While it’s surrounded by gleaming high-rises, Trinity Church Wall Street is one of the oldest churches in the country and a Manhattan historical highlight. The building that stands today dates to 1846, though its origins stretch back to 1698. The church is renowned for its architecture and for being the final resting place of Alexander Hamilton.
Two stone lions guard the front of the main branch of the New York Public Library, an imposing Beaux Arts structure. Opulent interiors that feature carved oak, ceiling murals, and crystal chandeliers create a sumptuous setting for the millions of books and manuscripts that reside here.
Chelsea Piers Sports & Entertainment Complex is a marina and sports facility that flanks the Hudson River on Manhattan’s West Side. Originally built in the 1900s as a passenger ship terminal, the piers now house facilities for TV production, events, and over 30 sports activities, including gymnastics, soccer, rock climbing, and ice skating.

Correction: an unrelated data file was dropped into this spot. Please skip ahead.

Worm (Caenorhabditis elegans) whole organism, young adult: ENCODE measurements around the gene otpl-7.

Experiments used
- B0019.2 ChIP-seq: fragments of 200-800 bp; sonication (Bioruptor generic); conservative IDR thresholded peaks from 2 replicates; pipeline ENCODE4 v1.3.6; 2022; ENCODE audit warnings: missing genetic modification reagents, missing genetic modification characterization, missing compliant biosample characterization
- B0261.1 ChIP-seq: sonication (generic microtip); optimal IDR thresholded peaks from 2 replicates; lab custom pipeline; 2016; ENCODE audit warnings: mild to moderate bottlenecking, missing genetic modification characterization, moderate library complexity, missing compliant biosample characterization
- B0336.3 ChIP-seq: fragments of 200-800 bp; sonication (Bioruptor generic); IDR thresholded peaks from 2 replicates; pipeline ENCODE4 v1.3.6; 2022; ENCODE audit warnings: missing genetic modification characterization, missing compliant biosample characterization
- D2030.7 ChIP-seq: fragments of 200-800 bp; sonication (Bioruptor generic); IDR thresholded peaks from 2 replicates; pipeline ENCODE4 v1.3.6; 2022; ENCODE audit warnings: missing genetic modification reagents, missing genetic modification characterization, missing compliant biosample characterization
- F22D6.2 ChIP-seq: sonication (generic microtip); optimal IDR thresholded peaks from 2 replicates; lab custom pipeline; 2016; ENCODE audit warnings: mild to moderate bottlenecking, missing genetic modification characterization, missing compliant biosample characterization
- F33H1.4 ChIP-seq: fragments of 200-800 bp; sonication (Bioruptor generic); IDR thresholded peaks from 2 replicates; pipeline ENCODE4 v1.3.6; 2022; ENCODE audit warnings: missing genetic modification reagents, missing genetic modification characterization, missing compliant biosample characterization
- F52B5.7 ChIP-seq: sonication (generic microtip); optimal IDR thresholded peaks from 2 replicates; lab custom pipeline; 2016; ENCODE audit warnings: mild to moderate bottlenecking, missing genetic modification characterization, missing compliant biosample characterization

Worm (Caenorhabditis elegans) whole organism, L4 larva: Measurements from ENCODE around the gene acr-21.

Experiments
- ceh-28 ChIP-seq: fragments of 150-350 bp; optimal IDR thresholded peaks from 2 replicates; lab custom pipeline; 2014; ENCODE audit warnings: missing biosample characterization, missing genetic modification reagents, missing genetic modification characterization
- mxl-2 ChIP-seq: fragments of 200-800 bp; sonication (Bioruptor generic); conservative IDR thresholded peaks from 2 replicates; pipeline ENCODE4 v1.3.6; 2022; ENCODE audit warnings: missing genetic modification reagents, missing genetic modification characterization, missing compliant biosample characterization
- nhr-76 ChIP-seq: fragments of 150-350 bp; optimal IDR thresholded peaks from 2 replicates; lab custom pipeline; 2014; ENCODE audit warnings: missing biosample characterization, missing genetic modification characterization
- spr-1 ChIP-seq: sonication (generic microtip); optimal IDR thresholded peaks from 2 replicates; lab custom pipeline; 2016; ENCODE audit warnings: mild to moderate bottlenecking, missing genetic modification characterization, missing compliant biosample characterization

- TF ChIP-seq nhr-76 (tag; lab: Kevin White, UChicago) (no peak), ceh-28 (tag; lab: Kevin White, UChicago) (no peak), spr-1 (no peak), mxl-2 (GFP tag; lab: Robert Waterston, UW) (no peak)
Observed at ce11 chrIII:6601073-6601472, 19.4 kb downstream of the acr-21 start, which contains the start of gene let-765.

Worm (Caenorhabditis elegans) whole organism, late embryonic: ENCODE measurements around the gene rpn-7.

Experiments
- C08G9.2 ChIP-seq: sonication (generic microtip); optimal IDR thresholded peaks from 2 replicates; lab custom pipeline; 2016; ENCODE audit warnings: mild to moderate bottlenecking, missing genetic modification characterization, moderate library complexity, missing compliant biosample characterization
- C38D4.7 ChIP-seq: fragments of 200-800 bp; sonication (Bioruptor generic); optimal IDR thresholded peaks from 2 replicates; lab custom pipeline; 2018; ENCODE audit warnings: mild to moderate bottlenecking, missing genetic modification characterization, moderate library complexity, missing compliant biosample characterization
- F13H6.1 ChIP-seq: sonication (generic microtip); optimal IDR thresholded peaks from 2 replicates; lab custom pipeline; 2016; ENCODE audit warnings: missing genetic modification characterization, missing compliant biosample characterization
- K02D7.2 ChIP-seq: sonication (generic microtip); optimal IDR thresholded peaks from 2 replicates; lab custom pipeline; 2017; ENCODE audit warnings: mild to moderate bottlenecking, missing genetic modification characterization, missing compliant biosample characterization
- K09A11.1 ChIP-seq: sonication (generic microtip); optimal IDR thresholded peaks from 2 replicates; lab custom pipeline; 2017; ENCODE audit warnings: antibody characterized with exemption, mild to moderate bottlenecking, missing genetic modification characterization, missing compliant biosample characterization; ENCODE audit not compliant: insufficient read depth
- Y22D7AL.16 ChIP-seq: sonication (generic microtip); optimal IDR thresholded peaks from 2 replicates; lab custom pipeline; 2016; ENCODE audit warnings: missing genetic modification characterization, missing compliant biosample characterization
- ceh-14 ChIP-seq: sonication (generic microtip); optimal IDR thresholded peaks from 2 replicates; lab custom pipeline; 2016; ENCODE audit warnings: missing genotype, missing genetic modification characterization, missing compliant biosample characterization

Hailed as an urban renewal triumph following its opening in 2009, New York City’s High Line—an abandoned elevated railway track converted into a park—has since spawned a series of copycats, including Chicago’s 606 and Sydney’s Goods Line. Stretching over the formerly industrial west side of Lower Manhattan, the lengthy public park serves as an escape hatch for New Yorkers who want to rise above the hubbub at street level, and is a must-see for out-of-towners for its Hudson River views, ample greenery, artisanal food stands, public art, and some of the best people-watching perches in town.
More Things to Do in New York City
New York City's Fifth Avenue runs from Washington Square Park, in Greenwich Village, all the way to 142nd Street in Harlem. This expansive stretch includes a little of everything that's great about New York. From high-end shops and museums to Central Park and Rockefeller Center, Fifth Avenue is absolutely worth a visit—the sights are too numerous to list.